Most biochemical reactions take from hundreds to billions of years to occur spontaneously. However, life depends on highly organized networks of catalyzed chemical reactions that proceed not only rapidly, but specifically and with high fidelity. Biological catalysts are enzymes complicated molecular nanomachines that massively accelerate reactions by positioning specific substrate molecules with such precision that they are compelled to react. The molecular mechanism by which an enzyme executes this remarkable feat involves an exquisitely orchestrated sequence of steps. The structures, mechanisms, and functions of enzymes are all products of millions of years of evolution. Yet despite their fundamental biological importance, we have only a rudimentary understanding of the atomistic basis of the evolutionary changes that create novel enzymes. In this project, we will fully elucidate, at an atomistic level of description, the biophysical principles that underlie the evolutionary changes in structure, dynamics, and mechanism producing novel enzymatic functions. We will resurrect entire evolutionary lineages of ancestral enzymes, solve their structures, characterize their dynamics, and determine their kinetic mechanisms, all correlated with the functional changes observed along these evolutionary trajectories. While we are aggressively pursuing multiple systems to maximize success, our main model system is the malate and lactate dehydrogenase (M/LDH) superfamily. Both enzymes are found in the core metabolism of nearly every organism on the planet. M/LDHs are homologous enzymes that share a fold and catalytic mechanism yet can possess extraordinarily strict specificity for their substrates. The evolution of this family is marked by many important functional innovations, including (1) sharp alterations in substrate specificity, (2) changes in catalytic rate, (3) gain of allosteric control by small effector molecues, (4) acquisition of thermophilic, cryophilic, halophilic, and alkalophilic stability, and (5) the evolution of multimerization via new protein-protein interfaces. Many of these novelties are convergent, having evolved several times independently.
We aim to: 1) reveal the changes in enzyme structure and dynamics responsible for functional convergence; 2) characterize the evolution of the mechanisms of substrate specificity; and 3) resolve the correlated, epistatic mutations that determine enzyme function and specificity. How do substitutions far from the active site affect activity? What is the molecular basis of epistasis? Does specificity increase during evolution? Were the ancestors of M/LDHs promiscuous? By answering these questions, we will provide the first fine-grained description of how enzyme structures and kinetic mechanisms constrain and channel genetic evolutionary processes. The M/LDH superfamily is a classic, well-characterized system, with a common kinetic mechanism and cofactor. Hence, the resulting evolutionary insights will apply broadly to other enzymes and may transform our understanding of how enzymes can be rationally engineered.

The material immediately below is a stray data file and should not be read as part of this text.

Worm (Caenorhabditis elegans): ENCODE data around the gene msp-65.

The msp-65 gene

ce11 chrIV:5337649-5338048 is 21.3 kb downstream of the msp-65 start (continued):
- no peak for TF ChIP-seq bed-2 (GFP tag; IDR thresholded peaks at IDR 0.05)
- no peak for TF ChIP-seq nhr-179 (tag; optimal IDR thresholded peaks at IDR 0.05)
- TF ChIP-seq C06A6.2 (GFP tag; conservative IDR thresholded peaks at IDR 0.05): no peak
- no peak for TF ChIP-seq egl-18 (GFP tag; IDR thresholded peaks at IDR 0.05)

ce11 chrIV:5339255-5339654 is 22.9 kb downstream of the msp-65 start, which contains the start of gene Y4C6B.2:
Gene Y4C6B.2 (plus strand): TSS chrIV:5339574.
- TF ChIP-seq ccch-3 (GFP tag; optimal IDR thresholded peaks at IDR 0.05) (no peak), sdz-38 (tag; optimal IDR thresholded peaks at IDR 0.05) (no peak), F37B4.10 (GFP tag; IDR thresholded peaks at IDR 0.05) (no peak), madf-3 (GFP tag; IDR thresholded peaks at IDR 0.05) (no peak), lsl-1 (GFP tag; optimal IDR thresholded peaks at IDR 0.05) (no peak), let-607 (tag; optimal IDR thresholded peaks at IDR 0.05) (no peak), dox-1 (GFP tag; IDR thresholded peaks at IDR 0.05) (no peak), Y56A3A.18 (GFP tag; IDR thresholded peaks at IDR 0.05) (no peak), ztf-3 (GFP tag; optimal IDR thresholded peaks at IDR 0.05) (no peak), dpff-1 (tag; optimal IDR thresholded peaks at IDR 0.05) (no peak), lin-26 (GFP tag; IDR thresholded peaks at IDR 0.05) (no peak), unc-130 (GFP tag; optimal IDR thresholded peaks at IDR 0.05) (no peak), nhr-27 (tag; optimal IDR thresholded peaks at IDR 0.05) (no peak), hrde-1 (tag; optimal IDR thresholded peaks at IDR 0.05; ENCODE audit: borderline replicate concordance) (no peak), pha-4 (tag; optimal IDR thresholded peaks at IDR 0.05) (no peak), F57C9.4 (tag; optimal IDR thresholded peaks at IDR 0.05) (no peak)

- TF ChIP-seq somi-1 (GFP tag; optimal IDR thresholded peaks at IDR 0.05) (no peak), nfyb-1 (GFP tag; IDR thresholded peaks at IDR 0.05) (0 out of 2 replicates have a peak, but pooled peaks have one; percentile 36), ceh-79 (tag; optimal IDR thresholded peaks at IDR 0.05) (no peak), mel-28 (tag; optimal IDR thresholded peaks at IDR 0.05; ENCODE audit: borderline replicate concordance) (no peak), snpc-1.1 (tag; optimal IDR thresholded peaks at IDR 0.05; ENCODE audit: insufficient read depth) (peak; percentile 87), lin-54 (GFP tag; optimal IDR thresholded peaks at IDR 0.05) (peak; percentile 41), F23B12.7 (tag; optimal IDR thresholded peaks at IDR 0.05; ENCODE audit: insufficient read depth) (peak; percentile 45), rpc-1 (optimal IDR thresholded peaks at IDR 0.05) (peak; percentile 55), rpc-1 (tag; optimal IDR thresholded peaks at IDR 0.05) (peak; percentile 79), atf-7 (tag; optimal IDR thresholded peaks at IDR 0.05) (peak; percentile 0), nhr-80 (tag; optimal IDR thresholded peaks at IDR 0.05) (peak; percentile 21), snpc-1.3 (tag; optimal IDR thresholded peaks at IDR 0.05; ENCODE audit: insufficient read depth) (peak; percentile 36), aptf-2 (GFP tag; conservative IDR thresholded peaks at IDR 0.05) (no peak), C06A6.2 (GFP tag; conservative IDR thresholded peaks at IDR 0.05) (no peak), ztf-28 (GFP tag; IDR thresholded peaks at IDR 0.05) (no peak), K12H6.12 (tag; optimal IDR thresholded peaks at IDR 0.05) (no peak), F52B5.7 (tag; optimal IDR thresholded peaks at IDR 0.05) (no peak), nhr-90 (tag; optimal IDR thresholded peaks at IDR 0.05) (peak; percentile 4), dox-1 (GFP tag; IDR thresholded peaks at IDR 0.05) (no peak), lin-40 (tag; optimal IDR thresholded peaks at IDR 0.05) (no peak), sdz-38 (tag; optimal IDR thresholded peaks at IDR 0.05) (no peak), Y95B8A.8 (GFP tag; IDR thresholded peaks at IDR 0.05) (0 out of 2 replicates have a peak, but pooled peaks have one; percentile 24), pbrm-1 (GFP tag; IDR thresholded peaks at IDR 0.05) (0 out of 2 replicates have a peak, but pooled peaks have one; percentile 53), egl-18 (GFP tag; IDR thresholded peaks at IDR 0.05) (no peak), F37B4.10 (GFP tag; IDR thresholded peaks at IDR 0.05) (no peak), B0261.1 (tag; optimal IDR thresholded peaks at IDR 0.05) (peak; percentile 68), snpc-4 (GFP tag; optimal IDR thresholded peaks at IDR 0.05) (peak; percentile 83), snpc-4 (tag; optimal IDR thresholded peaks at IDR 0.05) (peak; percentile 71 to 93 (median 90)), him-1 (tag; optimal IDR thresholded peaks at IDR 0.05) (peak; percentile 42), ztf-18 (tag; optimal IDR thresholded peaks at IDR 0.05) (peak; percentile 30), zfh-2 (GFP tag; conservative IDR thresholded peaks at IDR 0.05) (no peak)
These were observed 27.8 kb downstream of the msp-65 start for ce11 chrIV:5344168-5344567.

This proposal explores the evolutionary mechanisms by which proteins have gained novel functions in a medically important class of enzymes, the malate and lactate dehydrogenases (MDHs and LDHs). Due to their significant differences from the human MDH enzymes, many of the bacterial MDH enzymes are important potential drugs targets, including human pathogens such as malaria, anthrax, Bacteroides, and Pseudomonas. The results of this research will aid in answering several long-standing evolutionary questions and will aid our understanding of how enzymatic functions can be engineered.
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|Trieu, Melissa M; Devine, Erin L; Lamarche, Lindsey B et al. (2017) Expression, purification, and spectral tuning of RhoGC, a retinylidene/guanylyl cyclase fusion protein and optogenetics tool from the aquatic fungus Blastocladiella emersonii. J Biol Chem 292:10379-10389|
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|Lamarche, Lindsey B; Kumar, Ramasamy P; Trieu, Melissa M et al. (2017) Purification and Characterization of RhoPDE, a Retinylidene/Phosphodiesterase Fusion Protein and Potential Optogenetic Tool from the Choanoflagellate Salpingoeca rosetta. Biochemistry 56:5812-5822|
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